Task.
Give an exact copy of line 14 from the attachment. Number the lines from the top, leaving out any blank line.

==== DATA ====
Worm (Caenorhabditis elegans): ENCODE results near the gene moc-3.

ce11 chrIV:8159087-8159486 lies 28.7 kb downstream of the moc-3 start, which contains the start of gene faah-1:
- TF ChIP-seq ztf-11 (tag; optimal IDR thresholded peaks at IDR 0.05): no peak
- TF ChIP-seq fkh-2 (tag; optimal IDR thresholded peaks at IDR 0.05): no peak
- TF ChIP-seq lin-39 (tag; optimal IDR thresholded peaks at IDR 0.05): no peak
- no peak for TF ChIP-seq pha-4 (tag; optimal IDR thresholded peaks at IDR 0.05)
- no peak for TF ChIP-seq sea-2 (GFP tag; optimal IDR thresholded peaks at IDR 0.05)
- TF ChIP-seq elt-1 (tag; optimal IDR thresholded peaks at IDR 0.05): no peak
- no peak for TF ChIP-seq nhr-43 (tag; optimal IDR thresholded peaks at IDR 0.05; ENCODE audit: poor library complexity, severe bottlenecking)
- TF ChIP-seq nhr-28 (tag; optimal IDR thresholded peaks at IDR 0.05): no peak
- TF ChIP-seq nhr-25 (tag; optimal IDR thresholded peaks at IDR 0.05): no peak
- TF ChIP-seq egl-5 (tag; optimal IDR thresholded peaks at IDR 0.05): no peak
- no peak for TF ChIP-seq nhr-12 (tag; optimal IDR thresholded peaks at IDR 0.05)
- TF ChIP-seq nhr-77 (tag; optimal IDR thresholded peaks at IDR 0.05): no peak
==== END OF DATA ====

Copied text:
- TF ChIP-seq nhr-77 (tag; optimal IDR thresholded peaks at IDR 0.05): no peak